What’s left, 10 years after Quebec’s Maple Spring — University Affairs | #students | #parents



Young leaders reflect on the legacy of the province’s largest-ever student protests.

In 2012, Quebec student organizations including the Fédération étudiante collégiale du Québec (FECQ), the Coalition large de l’Association pour une solidarité syndicale étudiante (CLASSE) and the Fédération étudiante universitaire du Québec (FEUQ) joined forces to reverse the Liberal government’s decision to raise tuition fees by $1,625 over five years. After several months of protests, the student movement was successful. The government backed down.

A decade later, University Affairs took the pulse of Quebec student movements to see how they have evolved.

Alexandre Guimond was on the frontlines of the Maple Spring protests as they unfolded. He attended many demonstrations, including more than a few that turned violent. Today, he is the chief executive of the Université de Sherbrooke Master’s, Diploma and Doctoral Student Association. He said that 2012 was a turning point in his involvement in student movements.

“The 2012 strike really sowed the seeds of my awareness. It was my political awakening. Without it, I’d still be a hockey-playing douchebag! I attended a couple of protests every day,” he said.

Students march through the streets of Montreal to mark the 10th anniversary of the Maple Spring protests. Photo by Ryan Remiorz/The Canadian Press.

A hibernating movement

Mr. Guimond believes student activism has bottomed out since then. “With the pandemic, it really fell off a cliff. Aside from environmental protests, it’s really tough to mobilize students. And at the graduate level, our members are even harder to mobilize,” he added. He also believes that putting social activities on hold due to the pandemic has had an impact, since in normal times they serve as springboards to activism. Mr. Guimond added that the student movement is divided between two branches: research and lobbying on one side, and activism on the other. While the former is doing relatively well thanks to the professionalization of student associations, the latter is somewhat less active.

“It would take a major move from the government, like increased tuition, to bring them back together,” he said.

Samy-Jane Tremblay, president of the seven-year-old Quebec Student Union (UEQ), has also observed a drop in student involvement. Despite that, she remains optimistic. “The return of in-class learning gives me hope. The student movement is very strong and continues to thrive. As ever, it can improve conditions for students,” she said.

Ms. Tremblay also feels that students today would mobilize to fight a new threat to their interests.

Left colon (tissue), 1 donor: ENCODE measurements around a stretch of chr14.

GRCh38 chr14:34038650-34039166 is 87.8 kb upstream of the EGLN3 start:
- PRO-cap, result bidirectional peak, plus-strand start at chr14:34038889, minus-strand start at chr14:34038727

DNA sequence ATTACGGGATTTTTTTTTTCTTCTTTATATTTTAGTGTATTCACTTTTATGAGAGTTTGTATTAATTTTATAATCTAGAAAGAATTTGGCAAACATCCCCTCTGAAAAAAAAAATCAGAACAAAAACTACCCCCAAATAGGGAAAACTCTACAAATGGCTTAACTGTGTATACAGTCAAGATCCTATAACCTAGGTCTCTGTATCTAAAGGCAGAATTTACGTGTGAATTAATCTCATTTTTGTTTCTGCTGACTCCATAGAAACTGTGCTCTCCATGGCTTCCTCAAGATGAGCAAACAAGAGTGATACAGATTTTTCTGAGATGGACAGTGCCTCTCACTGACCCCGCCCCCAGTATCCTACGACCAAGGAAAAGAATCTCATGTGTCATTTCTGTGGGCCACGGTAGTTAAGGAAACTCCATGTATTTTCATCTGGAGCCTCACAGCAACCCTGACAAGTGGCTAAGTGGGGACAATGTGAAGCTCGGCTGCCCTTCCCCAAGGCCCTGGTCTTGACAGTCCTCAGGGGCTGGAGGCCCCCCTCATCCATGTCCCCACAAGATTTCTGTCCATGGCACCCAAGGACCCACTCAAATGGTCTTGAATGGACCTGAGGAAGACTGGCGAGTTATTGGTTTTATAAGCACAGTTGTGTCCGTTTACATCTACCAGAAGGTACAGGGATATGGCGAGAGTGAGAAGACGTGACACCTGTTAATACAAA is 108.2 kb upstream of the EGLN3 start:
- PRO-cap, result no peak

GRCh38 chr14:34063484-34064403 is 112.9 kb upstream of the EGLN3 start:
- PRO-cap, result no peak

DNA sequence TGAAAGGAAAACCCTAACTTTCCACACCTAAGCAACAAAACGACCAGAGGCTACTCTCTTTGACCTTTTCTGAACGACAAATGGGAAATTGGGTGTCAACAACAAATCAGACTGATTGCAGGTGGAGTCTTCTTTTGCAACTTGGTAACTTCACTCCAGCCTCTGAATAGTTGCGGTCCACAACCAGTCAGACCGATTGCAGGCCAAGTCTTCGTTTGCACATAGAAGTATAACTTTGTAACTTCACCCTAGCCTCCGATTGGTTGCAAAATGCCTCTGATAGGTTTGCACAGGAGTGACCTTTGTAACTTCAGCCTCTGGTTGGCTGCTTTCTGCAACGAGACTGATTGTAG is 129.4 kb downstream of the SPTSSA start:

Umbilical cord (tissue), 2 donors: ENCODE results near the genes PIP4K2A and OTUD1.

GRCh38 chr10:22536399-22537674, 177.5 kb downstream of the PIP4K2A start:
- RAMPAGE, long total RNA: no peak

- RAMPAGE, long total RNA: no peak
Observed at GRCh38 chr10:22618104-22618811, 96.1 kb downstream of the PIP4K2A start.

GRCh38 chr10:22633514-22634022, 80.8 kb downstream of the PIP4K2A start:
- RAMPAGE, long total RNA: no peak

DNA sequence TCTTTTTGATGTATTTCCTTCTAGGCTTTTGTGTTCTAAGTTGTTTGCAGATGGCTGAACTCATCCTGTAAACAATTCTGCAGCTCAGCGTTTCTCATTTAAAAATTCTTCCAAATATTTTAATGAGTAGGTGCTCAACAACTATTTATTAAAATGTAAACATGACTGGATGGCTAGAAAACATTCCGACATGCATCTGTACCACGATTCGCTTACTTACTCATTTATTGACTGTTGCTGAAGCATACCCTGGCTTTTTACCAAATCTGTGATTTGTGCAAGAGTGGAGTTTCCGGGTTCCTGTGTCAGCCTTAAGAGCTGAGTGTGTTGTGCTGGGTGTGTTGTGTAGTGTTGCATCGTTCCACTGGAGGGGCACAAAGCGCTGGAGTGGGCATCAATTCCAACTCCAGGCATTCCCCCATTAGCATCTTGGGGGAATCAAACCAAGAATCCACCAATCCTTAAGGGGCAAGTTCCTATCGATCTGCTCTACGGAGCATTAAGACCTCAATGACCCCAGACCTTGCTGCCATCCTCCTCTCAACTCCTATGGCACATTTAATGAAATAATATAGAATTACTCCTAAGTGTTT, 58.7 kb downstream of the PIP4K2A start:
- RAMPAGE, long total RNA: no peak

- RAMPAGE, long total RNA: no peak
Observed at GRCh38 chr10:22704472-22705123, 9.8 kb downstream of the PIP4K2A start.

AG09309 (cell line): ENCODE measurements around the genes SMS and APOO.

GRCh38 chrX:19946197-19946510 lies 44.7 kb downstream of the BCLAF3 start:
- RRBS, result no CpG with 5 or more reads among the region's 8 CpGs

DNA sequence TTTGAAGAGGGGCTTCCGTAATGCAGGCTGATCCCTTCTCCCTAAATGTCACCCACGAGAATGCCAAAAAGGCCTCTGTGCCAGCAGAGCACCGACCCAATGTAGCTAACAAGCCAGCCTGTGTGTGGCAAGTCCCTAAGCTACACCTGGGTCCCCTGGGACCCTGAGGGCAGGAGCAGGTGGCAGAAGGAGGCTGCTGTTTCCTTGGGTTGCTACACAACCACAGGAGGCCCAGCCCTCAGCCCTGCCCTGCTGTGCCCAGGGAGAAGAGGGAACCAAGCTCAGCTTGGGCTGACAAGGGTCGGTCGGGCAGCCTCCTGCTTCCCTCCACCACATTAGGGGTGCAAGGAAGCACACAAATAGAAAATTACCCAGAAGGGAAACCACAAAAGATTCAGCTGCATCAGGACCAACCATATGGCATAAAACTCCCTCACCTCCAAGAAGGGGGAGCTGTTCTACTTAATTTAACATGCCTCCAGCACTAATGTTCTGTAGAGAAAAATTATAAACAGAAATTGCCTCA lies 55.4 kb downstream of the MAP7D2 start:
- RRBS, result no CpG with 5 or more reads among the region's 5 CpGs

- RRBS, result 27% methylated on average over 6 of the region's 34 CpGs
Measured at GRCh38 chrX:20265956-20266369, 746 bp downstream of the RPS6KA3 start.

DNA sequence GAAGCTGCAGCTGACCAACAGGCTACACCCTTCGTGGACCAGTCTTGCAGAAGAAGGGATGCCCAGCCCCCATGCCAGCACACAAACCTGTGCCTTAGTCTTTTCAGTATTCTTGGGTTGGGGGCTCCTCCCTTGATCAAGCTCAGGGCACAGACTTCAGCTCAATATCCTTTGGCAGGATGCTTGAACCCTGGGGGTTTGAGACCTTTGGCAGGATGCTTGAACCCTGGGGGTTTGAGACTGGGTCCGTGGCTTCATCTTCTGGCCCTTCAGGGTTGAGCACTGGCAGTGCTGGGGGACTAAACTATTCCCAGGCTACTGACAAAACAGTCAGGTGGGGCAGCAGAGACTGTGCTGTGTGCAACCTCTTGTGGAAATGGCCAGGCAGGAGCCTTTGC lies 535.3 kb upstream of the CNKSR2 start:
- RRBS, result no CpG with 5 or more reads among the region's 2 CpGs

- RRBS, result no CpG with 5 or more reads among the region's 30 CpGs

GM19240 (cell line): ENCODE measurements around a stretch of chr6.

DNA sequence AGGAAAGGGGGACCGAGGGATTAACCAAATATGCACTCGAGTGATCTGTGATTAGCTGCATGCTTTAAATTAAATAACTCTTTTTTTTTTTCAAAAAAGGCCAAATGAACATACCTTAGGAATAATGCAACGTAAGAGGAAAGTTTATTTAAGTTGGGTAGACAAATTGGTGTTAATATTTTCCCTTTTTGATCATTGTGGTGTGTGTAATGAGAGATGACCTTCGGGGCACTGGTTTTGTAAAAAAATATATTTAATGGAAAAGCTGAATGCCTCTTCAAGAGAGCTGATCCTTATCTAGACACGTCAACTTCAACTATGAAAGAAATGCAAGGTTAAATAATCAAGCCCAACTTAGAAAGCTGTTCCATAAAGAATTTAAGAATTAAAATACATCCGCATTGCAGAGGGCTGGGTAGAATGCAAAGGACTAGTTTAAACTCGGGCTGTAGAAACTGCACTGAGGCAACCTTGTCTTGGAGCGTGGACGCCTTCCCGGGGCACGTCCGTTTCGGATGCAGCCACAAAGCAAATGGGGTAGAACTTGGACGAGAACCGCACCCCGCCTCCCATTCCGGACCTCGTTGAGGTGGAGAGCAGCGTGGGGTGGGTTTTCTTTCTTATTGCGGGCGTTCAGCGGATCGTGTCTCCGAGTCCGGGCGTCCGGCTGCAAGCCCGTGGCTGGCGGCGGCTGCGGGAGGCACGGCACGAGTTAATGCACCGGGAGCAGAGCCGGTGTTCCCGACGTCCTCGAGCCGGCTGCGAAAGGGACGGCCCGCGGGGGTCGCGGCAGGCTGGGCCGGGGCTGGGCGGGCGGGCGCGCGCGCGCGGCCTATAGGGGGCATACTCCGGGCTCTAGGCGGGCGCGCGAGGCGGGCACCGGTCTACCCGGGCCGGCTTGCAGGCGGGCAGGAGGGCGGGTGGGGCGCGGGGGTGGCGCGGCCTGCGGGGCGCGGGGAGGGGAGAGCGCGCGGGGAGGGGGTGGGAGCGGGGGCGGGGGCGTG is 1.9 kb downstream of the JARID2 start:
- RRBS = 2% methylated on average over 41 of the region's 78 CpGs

However, according to Mr. Guimond, it is easier to rally students to react to government actions. “It’s harder to mobilize students to go on the offensive for new gains. But I don’t think it would be hard to mobilize them to defend past gains.”

These two differing branches have led to division within the student movement, Mr. Guimond said. Although the UEQ provides strong support for research and lobbying, he thinks that students would also benefit from another organization focused on activism.

Tuition: a perennial issue

Mr. Guimond and Ms. Tremblay both agree that while tuition remains a key issue for the movement, its concerns have evolved to include fighting climate change and other priorities.

“The student movement is a reflection of society’s current issues,” Ms. Tremblay said. “The environment is one that UEQ has been working on since its founding. You quickly understand how the student movement is involved when you look at fossil fuel use by the university sector. It is Quebec’s third-largest greenhouse gas emitter.” The president of the FECQ, Samuel Vaillancourt, agrees that there has been a diversification of the positions taken by students. “Student movements have broadened the range of subjects they address. For example, we added climate justice and a number of other social trends that may less directly impact students but still affect the society young people live in,” he said.

Lessons from 2012

According to Mr. Guimond, if there is a lesson to be learned from the Maple Spring, it’s the use of social networks to organize protests. The pandemic also helped popularize platforms like Zoom and, by extension, rapid meeting planning.

Although he was just 12 years old during the events of the Maple Spring, Mr. Vaillancourt believes that its events can have considerable influence on his student organization. “Internally, when we talk about various issues, we sometimes compare them with what they did in 2012,” he said. “We look at what was effective and what can be done differently. It’s a point of reference for how we carry out actions.”

For Ms. Tremblay, while the Maple Spring may have influenced some aspects of the UEQ at the time of its founding, it no longer really has an impact on its daily operations. But the events of a decade ago are certainly not forgotten. “It’s always important to remember our history and learn from the past. The 2012 student-led protests were the largest of their kind in the province’s history. And they produced results,” she said. “There are lessons there for a post-2012 world.”





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